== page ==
There was a church at Major and Bloor where myself and other pianists practised in one of two beautiful rooms for $1 an hour many years ago (hence price). One of those pianists and I became friendly. One day he asked if I would like to play the West End Detention Centre For Women. His girlfriend worked for the Elizabeth Fry society, she spoke about how meaningful it was to the women in jail to have some entertainment. I’m not great with the idea that I’m an entertainer, it isn’t my sense of what I’m doing when I write music or why I do it. I was not confident my interests in whacked out piano music would mean anything to whoever the inmates were but they insisted, “any entertainment means so much you have no idea please bob…. ” I caved.
When we got there we passed through many doors, some shut behind us with a loud echo. The room had an upright piano, the women entered, more than half of them were from the West Indies. The other pianist played first. He sung songs like Billy Joel. They hated him. Everything I had been told about how much they would appreciate entertainment was not true. They will be pissed if I play the piano music I like to play, they will be hostile, I have been set up. Fortunately my older brother Ronnie was my teacher and he gave me the two best piano lessons of my life. The first was teaching me how to play the blues in the lower register so he could solo but the second was how to play reggae piano which up until this moment I never had reason to show anyone. I ditched the far out stuff and started playing Police and Thieves. They loved me, they started dancing and calling at me to keep playing, it was awesome.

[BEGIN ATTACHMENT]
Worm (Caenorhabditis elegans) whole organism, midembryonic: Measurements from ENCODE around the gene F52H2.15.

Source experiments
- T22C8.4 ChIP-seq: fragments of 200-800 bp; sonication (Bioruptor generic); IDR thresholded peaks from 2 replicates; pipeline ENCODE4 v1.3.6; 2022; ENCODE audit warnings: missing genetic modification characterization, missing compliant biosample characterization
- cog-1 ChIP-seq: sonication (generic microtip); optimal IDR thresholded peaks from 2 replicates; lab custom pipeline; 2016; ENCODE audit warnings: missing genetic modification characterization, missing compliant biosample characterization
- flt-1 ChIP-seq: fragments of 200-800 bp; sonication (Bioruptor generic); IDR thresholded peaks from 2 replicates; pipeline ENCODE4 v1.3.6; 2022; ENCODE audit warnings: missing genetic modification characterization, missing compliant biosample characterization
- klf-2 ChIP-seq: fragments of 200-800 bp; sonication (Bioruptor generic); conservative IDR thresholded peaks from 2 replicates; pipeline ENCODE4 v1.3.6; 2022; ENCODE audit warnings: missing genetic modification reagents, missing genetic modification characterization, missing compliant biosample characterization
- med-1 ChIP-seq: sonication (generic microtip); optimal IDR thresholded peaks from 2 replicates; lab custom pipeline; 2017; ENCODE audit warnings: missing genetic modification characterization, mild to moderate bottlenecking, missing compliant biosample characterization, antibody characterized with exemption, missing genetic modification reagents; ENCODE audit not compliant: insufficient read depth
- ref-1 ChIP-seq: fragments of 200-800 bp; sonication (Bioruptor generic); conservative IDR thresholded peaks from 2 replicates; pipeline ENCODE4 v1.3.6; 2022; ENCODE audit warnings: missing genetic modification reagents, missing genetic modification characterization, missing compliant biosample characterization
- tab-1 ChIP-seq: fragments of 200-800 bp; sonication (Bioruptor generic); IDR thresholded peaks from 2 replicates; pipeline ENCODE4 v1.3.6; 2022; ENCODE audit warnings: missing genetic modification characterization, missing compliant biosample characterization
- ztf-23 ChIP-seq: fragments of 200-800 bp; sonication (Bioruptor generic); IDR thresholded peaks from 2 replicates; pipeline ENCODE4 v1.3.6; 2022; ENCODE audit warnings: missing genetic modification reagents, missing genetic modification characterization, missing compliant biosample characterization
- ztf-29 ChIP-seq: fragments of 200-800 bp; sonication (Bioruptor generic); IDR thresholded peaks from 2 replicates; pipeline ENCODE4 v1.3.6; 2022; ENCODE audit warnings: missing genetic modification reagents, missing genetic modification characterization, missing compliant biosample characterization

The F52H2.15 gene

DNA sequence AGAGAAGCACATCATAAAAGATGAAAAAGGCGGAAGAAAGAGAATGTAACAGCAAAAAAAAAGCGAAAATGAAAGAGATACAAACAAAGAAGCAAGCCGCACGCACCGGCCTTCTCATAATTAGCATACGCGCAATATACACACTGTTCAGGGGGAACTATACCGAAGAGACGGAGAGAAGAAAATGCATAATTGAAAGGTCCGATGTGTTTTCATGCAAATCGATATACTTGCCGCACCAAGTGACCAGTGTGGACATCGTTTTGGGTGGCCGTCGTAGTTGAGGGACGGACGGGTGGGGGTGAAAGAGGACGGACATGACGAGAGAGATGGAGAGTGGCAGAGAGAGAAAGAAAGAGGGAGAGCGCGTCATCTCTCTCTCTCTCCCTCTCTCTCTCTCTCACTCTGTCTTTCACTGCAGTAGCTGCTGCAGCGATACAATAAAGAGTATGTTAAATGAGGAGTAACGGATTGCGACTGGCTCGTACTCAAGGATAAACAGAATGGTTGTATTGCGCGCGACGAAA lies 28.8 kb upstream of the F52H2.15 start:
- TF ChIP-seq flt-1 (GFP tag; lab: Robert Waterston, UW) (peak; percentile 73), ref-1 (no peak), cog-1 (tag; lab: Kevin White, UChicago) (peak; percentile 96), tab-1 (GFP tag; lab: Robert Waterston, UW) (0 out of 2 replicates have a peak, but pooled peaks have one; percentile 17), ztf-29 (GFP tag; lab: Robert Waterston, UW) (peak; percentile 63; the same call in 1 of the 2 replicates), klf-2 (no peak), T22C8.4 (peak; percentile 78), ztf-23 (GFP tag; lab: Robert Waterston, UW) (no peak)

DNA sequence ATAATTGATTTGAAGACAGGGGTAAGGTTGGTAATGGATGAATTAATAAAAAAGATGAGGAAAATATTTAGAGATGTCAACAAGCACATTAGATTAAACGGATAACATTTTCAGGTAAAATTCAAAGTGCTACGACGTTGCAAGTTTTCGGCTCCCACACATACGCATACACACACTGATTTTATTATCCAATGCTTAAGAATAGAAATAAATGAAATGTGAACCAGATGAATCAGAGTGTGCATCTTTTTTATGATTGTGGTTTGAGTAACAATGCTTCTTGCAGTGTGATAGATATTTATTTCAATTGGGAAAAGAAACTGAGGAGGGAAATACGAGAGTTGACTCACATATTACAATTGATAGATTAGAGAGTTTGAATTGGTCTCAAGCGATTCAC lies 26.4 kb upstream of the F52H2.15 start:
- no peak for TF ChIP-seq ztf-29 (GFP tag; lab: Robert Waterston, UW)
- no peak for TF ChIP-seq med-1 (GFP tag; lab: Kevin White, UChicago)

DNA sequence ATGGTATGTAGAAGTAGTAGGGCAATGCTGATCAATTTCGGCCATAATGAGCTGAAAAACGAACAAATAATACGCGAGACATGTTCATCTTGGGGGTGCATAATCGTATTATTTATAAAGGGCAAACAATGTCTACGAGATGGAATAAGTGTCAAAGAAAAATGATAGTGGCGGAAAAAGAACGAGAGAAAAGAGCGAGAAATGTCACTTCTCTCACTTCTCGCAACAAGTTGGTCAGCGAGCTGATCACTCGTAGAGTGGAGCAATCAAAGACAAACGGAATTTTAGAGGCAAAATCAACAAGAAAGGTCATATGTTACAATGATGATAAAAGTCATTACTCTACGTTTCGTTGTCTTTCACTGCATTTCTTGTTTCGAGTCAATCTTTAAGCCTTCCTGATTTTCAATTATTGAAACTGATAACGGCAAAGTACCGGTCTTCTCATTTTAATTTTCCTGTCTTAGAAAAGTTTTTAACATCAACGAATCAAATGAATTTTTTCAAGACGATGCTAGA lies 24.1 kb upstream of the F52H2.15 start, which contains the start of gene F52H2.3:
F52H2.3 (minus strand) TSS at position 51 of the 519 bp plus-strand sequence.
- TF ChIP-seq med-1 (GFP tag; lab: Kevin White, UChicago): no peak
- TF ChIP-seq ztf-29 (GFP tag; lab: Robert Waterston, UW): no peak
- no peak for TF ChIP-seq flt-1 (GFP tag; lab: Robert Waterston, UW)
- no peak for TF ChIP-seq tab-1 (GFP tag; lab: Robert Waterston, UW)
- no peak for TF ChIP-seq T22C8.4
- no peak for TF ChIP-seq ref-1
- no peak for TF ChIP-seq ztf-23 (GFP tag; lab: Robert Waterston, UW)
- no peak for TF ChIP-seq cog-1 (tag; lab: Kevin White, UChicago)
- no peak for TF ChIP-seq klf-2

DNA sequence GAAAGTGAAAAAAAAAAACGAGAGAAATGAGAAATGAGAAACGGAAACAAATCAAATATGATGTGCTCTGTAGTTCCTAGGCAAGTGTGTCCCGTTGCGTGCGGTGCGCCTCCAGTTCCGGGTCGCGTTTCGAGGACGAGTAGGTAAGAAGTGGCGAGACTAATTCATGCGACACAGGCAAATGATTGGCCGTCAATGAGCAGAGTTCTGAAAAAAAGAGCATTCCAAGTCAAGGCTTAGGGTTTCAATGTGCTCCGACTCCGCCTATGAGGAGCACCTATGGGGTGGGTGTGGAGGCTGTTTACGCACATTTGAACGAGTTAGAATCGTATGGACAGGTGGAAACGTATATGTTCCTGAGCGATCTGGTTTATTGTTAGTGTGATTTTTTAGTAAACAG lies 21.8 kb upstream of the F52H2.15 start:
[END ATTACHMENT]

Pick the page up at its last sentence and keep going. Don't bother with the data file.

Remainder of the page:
I had forgotten about this story until putting my daughter to sleep this evening. For no reason she turned to me and said have you ever gone to jail? I said yes I have.